8:00 -- Richardson is asked to state what he would do on his first day in office in one sentence. He speaks for a full minute.

8:04 -- Gravel claims the military industrial complex controls government, the world. Lockheed and I both disagree.

8:12 -- Obama is imploding. He's asked what he would do militarily, overseas, if America suffers two terrorist attacks simultaneously in two major American cities. Why is he talking about Katrina? Someone has shuffled his talking points.

8:18 -- Oh yeah, Dodd is still here. He's asked about his views on gay marriage. I don't care what he has to say. I wonder instead about why so many women I know think feet are disgusting. Strange.

8:21 Gravel says there has been terrorism since the beginning of time. He implores us not to fight terrorism because it won't work. What the hell is he talking about and why won't they let him talk more?

8:23 -- Clinton has impressed. I don't want to be a fan, but here I am. I want to like Obama, but ever time he speaks, it is fingernails on a chalkboard.

8:28 -- Biden has the line of the night, smacking Kucinich down for all his "happy talk" about the real threats that face America. Later on, I wonder if Biden will regret saying that when he sees Kucinich's wife. I am pretty sure she is a witch.

Tuesday, April 24, 2007

A Nanny State, Finally

According to this Washington Post article, the FCC is commencing an effort to regulate violence on TV, especially cable. While some may argue this is just another example of social conservatives using the government to regulate human behavior, I think it is more subtle. It is, frankly, a welcome effort to address the ills identified by the Smith theorem.

Almost 20 years ago, W. Smith posited his simple theorem: Parents just don't understand. While some may argue this was simple a statement of teen angst, I believe it had a deeper message. Smith's parents were clueless and absent. As a result, Smith had to create a persona known as the "Fresh Prince," who was humiliated by having to wear wack gear and who got into legal trouble with underage hookers when his parents went off who knows where leaving him with the family Porsche.

Smith realized that bad parenting was an epidemic, and most parents just don't know how to, well, parent. The obvious solution was for the state to take over as a surrogate. Social conservatives either picked up on Smith's theorem or came to the same conclusion. Regardless of what it was, they are now rectifying the pandemic of bad parenting by making sure people that kids don't see screwing OR killing on TV.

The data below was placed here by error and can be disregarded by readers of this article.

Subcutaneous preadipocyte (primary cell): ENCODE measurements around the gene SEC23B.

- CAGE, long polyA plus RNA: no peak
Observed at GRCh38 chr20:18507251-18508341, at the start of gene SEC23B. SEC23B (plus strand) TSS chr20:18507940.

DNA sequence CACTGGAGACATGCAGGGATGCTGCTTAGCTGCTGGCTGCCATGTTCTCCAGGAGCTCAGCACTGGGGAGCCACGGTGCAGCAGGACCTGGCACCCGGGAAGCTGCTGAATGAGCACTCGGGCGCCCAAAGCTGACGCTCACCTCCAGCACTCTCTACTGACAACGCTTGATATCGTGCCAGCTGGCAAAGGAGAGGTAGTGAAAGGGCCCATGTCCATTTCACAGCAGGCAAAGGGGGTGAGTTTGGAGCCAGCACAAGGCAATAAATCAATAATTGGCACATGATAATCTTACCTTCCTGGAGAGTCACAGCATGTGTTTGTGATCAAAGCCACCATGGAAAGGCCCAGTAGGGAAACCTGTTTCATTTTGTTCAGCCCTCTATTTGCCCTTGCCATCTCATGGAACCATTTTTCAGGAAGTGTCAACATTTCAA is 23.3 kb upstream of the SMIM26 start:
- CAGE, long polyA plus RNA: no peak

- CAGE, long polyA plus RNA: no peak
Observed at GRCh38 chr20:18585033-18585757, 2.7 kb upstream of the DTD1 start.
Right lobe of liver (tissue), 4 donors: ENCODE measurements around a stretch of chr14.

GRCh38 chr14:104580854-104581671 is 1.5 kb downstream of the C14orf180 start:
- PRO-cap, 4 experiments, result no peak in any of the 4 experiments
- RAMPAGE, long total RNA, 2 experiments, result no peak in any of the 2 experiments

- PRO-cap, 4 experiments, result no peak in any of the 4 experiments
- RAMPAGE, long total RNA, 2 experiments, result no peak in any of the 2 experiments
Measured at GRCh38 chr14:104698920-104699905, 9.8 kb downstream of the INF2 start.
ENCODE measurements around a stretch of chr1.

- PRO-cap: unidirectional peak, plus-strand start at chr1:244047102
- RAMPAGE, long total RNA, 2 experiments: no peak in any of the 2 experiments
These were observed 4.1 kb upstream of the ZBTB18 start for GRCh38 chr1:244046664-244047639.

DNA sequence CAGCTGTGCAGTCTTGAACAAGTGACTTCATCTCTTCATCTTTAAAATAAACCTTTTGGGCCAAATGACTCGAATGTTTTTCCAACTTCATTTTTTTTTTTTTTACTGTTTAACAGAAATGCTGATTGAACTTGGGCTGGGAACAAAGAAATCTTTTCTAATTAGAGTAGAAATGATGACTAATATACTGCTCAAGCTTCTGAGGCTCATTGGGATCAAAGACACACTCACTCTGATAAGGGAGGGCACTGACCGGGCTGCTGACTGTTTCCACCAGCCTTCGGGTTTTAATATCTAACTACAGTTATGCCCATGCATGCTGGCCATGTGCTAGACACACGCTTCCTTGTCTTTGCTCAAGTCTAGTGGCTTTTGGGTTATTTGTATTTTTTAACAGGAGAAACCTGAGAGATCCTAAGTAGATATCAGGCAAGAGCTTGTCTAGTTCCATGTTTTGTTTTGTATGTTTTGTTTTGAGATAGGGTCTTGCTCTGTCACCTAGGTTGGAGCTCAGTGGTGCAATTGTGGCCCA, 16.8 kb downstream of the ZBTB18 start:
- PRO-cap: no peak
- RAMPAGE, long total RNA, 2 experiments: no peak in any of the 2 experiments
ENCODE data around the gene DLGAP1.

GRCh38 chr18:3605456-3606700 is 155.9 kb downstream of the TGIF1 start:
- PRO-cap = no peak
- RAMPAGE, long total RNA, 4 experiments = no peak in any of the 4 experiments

It is a consistent view that is more defensible than prior efforts to censor, which focused merely on sexual content. Of course, as we all know seeing sex can warp a young mind. Seeing straight boning for days can cause actual brain damage. Some days I can't remember what I had for lunch a few hours earlier.

Violence is less pernicious, but problematic nonetheless. Killing when bringing nonexistent democracy to people who don't want it is just; but watching Banner, "the no nonsense cop keeping the mean streets of Philly crime free his way", killing a pimp whose heart wasn't made of kid should have to know about that sickness.

The problem is that most parents don't know how to raise their kids. Nowadays, you see parents taking their kids to see such filth as the Doodlebops. Thankfully, the FCC is chock full of the know how and expertise to control what kids should and should not be exposed to.

Sunday, April 22, 2007

The Safe Word

Her: Right there.

He stops.

Her: Why did you stop?

You said "There."

Her: No. I meant their.


Her: Their!

"There? Right there? Ok."

Her: No. Their! Their!

Friday, April 20, 2007

I Want The Power

Wednesday, April 18, 2007

Its the Nappy, Not The Ho

In commenting on the Imus "nappy-headed hos" controversy, several conservative commentators have argued that what Imus said is no worse than what black hip hop artists say in their songs. They are part right. But, that is because they are focused on the least controversial part of the Imus comment.

It is no surprise that black rappers refer to women as "hos" and "bitches." And "tricks." And, in the case of R. Kelley, women remind him of his "jeep" that he wants to ride and his "bank account" because he wants to spend them. For me, women only remind me of my bank account when I realize how much I've spent on them.